I had heard of the One Laptop Per Child program months ago but it wasn't until I heard fellow librarian Rochelle Mazar speak about how she used the project to engage students with the "issues of information access and activism" that I made the connection between the work of the OLPC and the professional work that many librarians are engaged in.
The connection that came to mind was not between libraries and formal development efforts (although there are organizations like eIFL.net and Librarians Without Borders that do this) but the work that libraries are currently contributing to on the "open" front: open source, open standards, and open access.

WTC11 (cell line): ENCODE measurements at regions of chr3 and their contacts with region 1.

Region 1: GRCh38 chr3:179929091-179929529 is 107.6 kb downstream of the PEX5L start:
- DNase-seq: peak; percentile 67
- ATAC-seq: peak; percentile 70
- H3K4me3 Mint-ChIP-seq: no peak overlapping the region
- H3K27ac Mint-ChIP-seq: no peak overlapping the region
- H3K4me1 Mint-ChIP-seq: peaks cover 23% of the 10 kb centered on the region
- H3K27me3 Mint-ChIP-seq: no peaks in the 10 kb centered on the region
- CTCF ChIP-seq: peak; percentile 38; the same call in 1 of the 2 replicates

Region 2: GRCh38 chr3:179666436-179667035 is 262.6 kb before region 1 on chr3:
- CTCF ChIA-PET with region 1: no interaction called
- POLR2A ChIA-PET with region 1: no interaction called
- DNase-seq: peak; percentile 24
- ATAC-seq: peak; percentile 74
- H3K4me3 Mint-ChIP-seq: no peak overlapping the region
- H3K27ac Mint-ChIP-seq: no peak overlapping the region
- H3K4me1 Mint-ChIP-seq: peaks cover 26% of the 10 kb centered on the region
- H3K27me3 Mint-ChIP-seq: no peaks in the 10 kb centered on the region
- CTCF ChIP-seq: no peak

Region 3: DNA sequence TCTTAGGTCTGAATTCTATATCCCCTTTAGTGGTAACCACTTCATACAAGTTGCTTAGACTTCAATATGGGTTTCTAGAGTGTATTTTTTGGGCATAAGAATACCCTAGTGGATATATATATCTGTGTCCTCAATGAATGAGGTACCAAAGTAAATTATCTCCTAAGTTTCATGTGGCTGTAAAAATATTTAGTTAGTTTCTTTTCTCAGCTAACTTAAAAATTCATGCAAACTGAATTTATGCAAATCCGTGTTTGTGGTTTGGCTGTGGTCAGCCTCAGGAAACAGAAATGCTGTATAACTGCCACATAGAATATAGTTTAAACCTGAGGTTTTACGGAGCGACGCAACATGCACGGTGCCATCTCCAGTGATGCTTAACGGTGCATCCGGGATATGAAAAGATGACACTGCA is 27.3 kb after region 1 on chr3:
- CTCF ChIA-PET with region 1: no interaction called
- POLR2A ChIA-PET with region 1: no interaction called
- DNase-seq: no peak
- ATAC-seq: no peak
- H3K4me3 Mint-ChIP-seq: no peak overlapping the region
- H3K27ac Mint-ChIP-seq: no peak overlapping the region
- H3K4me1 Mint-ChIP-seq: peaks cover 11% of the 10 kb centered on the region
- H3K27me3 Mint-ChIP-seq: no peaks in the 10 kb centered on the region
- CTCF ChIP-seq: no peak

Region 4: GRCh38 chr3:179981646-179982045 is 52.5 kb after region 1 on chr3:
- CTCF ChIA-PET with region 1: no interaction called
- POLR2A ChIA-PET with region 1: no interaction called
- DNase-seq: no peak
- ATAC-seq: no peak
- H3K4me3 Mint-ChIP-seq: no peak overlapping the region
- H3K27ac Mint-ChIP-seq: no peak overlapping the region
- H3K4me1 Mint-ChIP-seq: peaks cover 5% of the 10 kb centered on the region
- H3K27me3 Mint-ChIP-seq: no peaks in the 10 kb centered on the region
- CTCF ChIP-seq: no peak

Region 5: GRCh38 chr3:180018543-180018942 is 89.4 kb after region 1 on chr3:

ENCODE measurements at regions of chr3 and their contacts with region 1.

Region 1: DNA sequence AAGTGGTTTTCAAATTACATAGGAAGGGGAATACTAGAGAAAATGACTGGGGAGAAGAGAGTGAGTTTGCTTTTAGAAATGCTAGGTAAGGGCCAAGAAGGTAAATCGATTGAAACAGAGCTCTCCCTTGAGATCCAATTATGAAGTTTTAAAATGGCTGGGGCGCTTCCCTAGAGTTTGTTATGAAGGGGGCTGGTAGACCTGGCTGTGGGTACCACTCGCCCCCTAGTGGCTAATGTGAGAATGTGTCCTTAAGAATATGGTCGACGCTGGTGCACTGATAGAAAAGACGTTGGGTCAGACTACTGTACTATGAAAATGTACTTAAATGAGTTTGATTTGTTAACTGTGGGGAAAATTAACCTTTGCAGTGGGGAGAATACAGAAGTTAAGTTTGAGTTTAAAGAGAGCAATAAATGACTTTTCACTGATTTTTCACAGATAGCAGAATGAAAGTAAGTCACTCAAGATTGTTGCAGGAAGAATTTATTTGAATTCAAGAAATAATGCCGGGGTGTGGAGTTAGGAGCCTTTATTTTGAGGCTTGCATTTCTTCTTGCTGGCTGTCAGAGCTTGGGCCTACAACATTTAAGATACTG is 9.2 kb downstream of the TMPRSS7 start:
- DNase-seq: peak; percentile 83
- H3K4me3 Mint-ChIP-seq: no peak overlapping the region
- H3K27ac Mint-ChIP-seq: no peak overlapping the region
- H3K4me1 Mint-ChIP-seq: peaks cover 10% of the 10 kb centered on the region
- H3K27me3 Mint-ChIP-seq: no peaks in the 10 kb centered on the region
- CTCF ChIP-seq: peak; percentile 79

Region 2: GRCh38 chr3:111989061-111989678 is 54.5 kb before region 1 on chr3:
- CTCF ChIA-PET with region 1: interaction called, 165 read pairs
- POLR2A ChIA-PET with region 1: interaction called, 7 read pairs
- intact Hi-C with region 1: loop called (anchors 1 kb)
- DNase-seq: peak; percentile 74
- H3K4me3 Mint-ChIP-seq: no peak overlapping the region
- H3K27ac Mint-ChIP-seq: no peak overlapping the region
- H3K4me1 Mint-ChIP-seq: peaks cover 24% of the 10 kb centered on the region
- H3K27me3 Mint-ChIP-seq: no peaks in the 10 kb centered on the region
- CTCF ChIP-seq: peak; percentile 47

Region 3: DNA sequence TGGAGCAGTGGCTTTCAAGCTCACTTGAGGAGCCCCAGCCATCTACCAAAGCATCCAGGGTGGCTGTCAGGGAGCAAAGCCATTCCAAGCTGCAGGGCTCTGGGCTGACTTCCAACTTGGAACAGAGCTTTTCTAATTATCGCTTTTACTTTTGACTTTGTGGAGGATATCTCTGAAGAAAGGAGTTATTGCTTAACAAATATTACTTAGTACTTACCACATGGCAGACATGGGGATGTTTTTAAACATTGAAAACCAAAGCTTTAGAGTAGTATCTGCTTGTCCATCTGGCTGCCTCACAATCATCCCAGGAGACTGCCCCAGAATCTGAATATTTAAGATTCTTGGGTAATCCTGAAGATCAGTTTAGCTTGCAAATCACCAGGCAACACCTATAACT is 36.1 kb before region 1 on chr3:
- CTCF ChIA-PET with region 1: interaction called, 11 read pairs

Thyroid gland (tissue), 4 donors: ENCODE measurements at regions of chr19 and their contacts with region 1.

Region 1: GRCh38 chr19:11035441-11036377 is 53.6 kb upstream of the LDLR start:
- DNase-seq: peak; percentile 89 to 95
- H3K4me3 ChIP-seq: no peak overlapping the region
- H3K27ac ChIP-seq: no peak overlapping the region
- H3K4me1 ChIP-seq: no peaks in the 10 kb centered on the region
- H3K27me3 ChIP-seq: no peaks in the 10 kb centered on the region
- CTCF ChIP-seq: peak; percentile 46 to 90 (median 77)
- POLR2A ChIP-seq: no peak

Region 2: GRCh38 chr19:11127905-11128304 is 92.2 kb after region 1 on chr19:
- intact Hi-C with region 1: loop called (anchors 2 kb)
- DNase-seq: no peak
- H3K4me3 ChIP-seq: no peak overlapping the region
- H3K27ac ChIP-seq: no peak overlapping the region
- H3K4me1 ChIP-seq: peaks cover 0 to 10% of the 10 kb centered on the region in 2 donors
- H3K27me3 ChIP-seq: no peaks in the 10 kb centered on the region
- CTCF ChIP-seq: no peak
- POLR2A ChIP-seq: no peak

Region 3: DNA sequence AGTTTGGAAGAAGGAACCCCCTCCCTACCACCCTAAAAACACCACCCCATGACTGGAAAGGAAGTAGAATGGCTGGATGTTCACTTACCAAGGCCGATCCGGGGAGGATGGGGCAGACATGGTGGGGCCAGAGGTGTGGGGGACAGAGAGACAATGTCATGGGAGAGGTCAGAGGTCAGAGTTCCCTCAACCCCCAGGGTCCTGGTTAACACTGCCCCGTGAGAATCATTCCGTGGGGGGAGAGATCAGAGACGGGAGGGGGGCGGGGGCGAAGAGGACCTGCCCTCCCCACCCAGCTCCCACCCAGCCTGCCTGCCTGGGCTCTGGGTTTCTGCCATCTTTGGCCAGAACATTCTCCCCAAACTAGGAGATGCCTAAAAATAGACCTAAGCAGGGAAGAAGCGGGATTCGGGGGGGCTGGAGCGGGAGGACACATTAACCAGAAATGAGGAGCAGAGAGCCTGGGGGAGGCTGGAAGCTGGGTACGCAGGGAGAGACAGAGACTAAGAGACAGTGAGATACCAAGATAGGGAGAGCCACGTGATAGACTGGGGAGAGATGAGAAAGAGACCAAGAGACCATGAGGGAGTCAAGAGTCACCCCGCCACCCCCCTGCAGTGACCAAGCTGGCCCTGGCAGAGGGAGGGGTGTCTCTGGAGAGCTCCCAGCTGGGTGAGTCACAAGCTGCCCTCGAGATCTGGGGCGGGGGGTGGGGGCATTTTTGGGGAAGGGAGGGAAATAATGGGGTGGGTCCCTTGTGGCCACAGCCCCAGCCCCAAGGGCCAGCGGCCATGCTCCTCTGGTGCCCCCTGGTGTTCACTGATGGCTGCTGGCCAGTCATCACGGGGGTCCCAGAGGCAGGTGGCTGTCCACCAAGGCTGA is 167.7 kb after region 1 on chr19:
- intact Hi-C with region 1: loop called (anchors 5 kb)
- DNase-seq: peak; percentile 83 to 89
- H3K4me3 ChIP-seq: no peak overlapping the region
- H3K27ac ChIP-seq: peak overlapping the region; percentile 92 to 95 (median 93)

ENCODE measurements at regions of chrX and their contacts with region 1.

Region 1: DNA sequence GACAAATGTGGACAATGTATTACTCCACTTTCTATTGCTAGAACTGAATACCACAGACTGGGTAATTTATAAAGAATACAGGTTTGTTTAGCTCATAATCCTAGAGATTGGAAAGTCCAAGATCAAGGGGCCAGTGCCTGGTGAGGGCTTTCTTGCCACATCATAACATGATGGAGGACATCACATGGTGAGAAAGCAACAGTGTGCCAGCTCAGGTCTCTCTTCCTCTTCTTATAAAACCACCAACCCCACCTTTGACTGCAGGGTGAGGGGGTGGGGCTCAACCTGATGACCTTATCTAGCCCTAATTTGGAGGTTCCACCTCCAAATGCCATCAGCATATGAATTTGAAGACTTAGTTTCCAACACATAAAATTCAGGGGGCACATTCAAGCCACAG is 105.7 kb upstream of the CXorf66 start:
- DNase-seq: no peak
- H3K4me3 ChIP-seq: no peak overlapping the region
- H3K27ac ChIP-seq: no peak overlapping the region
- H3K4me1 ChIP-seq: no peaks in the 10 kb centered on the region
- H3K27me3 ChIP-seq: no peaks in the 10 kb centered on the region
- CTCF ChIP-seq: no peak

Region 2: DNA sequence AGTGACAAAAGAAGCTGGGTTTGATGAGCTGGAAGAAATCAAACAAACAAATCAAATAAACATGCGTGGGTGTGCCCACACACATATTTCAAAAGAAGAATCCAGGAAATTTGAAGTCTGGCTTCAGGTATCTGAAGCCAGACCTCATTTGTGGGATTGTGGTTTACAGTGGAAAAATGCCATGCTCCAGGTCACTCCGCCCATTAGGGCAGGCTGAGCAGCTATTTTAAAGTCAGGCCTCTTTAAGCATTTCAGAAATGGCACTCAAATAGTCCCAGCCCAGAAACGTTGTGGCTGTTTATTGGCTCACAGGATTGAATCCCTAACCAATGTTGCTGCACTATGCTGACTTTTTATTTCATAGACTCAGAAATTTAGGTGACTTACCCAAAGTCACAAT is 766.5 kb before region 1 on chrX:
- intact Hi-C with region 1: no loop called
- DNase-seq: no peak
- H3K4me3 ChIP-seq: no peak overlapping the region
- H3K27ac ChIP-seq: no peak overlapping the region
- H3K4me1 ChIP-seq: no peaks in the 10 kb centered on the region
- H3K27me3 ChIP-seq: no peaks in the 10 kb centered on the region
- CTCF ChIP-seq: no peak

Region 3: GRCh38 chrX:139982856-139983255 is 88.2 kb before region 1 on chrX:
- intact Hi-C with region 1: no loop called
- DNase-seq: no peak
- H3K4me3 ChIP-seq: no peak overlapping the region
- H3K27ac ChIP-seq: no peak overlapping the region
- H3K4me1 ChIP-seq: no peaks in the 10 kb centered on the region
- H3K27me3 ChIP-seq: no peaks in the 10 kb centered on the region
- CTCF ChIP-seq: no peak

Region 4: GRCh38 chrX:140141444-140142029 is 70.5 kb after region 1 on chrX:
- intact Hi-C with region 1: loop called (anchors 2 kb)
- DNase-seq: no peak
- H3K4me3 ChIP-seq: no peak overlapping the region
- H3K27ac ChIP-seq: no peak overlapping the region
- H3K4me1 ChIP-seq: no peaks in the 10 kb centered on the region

Libraries have many reasons why they should actively support open systems. There are concerns that "if the Kindle's DRM model becomes standard, you can kiss libraries goodbye . " Competing book digitization projects from Google and Microsoft mean that library content will be restricted by search engine choice.
Thankfully, there is the Internet Archive's Open Content Alliance that have partnered with (fellow) libraries like The University of Toronto to ensure that the world's treasures are available to all of the world.
Recently, I put up a library display on the OLPC and what it has to do with libraries. This sort of local outreach is important because even through our own university publishes a number of journals using the Open Journal System, there are still many faculty who aren't aware that they give up much of their own rights to re-distribute their own research once its published in a commercial research journal.